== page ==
Fourth District Local Rule – Comment Period Closed August 28, 2016

Rule 10-1-407 Time to charge. New. Fourth District local rule that governs the time and conditions between arrest and first appearance in all felony and Class A misdemeanor offenses when the defendant is arrested without a warrant and remains in custody.

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5 thoughts on “Fourth District Local Rule – Comment Period Closed August 28, 2016
  1. Attorney

    Seems good to set times for filing, but the entire purpose appears subverted by the subsection (b) carve out. It appears that the intent, at least implied, is to put time constraints on the State so persons in the worst-case scenario (those who cannot financially afford to post bail) don’t languish waiting for charges to be filed. Those people, however, will continue to be punished for their lack of finances because the State is allowed additional time to screen and charge with the presentation of good cause in writing. “Good cause” is an amorphous term that will give remedy to nobody. Furthermore, if “good cause” is found, then the rule only says that the matter shall be continued……continued to when? for how long? And, the arrestee “will continue to be held” with bail. Again, this disproportionately, yet almost exclusively, harms poor people because those who have the means to post bail have probably already done so and this rule is meaningless to them.

    It appears more appropriate to set the time of 4 days after the arrest as the limit; if the State does’t file, the person is release, but the matter isn’t necessarily dismissed, just continued if the State requests more time for screening (up to 30 days without an arbitrary finding of good cause). If the State then wants to proceed on the case, file the Information and get your arrest warrant or serve the person by summons. Done.

    Otherwise, Mr. Poor waits 4 days in jail on a class A misdemeanor drug charge (first offense), but the State isn’t ready to proceed because the arresting officer is: in training, out of town, in trial or whatever “good cause” may mean and the matter is continued to some date in the future (with no time limit requirement like the 4 days). Meanwhile, Mr. Poor stays in jail to this (un)certain date, at which time he may or may not be charged, then he’s appointed a public defender and then another week or more could go by before he appears before his assigned Judge and meets with his attorney (who has hopefully reviewed discovery, if it has been provided timely).

    1. Ed Carter

      I am troubled by how long it can take in Fourth District Court for charges to get filed against someone who has been arrested. I’m not a criminal defense attorney but I have an active bar license and have occasionally become aware of situations where prosecutors don’t file charges in what I would consider to be a reasonable period of time. Yet someone is either sitting in jail or forced to post bail even though they have not been charged with anything for days or weeks. It seems to me this happens more frequently and egregiously in Fourth District than in other Utah jurisdictions I am aware of. So anything that would help that process along seems to be a good thing. In my view, judges should already have been requiring prosecutors to act in a more timely fashion.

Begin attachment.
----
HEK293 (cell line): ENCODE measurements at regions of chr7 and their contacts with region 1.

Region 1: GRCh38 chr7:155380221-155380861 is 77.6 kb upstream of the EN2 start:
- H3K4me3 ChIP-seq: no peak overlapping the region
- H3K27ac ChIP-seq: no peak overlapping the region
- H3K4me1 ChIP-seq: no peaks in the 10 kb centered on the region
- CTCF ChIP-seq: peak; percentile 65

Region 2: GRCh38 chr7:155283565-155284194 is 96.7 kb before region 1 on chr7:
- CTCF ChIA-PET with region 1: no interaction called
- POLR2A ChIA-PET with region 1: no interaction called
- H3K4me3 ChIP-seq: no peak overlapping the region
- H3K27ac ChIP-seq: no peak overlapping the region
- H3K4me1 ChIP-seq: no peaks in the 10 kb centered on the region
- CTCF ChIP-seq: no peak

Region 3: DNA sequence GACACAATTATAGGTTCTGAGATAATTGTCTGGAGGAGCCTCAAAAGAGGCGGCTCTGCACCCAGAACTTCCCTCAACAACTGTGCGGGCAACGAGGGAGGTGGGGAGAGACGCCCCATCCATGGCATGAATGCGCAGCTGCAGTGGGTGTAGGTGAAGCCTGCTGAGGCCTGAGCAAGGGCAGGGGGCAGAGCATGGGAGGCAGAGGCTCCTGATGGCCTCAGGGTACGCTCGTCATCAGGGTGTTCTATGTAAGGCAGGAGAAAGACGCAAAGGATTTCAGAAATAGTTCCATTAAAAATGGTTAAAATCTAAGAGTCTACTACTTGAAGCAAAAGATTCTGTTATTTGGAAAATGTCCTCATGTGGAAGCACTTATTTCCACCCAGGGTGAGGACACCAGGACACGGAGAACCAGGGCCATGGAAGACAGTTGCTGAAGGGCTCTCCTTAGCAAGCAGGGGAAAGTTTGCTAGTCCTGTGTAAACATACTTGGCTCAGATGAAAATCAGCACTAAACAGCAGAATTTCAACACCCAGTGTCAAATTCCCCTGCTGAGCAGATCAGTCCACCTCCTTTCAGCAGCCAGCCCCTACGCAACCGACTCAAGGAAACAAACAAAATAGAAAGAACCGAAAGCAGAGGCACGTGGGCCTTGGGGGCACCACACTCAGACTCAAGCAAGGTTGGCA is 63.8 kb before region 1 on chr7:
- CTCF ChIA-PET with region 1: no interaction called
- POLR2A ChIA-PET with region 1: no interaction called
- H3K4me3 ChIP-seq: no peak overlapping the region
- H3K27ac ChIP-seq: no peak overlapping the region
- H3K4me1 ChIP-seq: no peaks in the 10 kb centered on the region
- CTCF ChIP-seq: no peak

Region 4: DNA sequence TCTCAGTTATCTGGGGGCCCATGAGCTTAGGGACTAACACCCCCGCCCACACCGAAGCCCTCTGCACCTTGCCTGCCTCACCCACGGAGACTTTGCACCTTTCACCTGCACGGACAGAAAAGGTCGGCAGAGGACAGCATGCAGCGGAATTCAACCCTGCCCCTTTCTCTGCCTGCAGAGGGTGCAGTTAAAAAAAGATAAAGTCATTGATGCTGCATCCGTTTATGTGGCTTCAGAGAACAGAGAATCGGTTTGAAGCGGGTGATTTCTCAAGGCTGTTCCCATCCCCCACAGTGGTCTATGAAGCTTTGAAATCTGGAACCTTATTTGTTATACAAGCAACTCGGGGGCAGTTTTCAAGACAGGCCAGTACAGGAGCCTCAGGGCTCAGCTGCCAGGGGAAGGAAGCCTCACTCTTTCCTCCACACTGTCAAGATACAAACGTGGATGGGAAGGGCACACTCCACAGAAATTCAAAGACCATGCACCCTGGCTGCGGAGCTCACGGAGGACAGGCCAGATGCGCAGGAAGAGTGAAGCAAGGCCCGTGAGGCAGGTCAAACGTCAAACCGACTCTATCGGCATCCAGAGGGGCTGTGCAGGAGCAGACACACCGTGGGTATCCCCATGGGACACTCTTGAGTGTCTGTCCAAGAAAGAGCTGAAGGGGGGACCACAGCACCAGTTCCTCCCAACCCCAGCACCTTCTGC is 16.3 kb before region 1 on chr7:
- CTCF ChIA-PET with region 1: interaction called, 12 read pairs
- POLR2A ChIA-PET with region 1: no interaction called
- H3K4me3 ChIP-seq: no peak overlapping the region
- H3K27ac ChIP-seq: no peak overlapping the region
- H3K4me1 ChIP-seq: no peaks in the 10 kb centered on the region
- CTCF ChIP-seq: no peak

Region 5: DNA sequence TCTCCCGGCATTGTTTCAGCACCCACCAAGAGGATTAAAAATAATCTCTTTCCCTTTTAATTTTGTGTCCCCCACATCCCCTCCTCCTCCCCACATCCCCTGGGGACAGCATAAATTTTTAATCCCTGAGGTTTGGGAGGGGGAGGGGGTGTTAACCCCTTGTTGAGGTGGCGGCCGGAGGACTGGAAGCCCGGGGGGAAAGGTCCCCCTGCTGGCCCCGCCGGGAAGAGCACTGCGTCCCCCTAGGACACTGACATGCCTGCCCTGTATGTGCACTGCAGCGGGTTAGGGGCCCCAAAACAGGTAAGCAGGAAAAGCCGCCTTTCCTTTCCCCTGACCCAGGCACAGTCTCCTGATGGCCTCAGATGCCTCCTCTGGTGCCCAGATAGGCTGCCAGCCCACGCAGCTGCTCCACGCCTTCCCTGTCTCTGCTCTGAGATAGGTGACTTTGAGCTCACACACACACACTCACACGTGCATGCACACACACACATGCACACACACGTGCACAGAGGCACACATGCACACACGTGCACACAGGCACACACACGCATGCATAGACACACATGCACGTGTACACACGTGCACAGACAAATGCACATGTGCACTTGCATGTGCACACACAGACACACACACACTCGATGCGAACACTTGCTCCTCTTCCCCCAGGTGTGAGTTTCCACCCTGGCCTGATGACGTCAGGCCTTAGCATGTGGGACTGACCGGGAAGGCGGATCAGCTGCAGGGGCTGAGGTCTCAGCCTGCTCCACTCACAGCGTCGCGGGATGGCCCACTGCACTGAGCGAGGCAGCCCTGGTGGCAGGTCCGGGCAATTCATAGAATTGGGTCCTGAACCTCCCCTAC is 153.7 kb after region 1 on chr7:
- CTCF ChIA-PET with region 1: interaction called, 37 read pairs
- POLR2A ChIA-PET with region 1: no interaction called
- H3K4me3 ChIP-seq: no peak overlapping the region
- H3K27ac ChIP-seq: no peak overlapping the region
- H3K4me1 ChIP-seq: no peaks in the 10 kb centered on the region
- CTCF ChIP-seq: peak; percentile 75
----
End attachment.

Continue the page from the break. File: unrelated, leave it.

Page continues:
2. Jim Brady

    RE: Rule 10-1-407. If an information has not been filed, there is no case file opened in Coris, and no case number has been assigned. The rule requires a request for additional time to file be made in writing. Since there is no case opened in Coris and e-filing is mandatory, how are the written requests for additional time to be submitted to the Court? They can not be e-filed without a case number. Does this create an exception to the mandatory e-filing rule? After the filing issue is resolved, how will the court clerks maintain a record of these motions after they are filed, and until a case file is opened and a case number is assigned? If they can’t be e-filed, and they have no case number where will they be maintained and how will they later be associated with the case file?

  3. Dan Wilson

    Do we really need local rules? If this proposed rule is necessary, or even a good idea, why wouldn’t it be necessary or a good idea in all Districts? Maybe this new rule should be shelved and submitted for discussion statewide instead? Absent some really compelling reason, Local Rules are a step in the wrong direction. Exceptions can be made for rules that are being implemented in stages, or as a trial to identify unanticipated problems before committing a lot of resources to statewide implementation. But otherwise, how can the resulting lack of uniformity be justified?

  4. Debra Moore

    Clarifying language should be added to the “Applicability” section that expressly limits the rule to the Fourth District.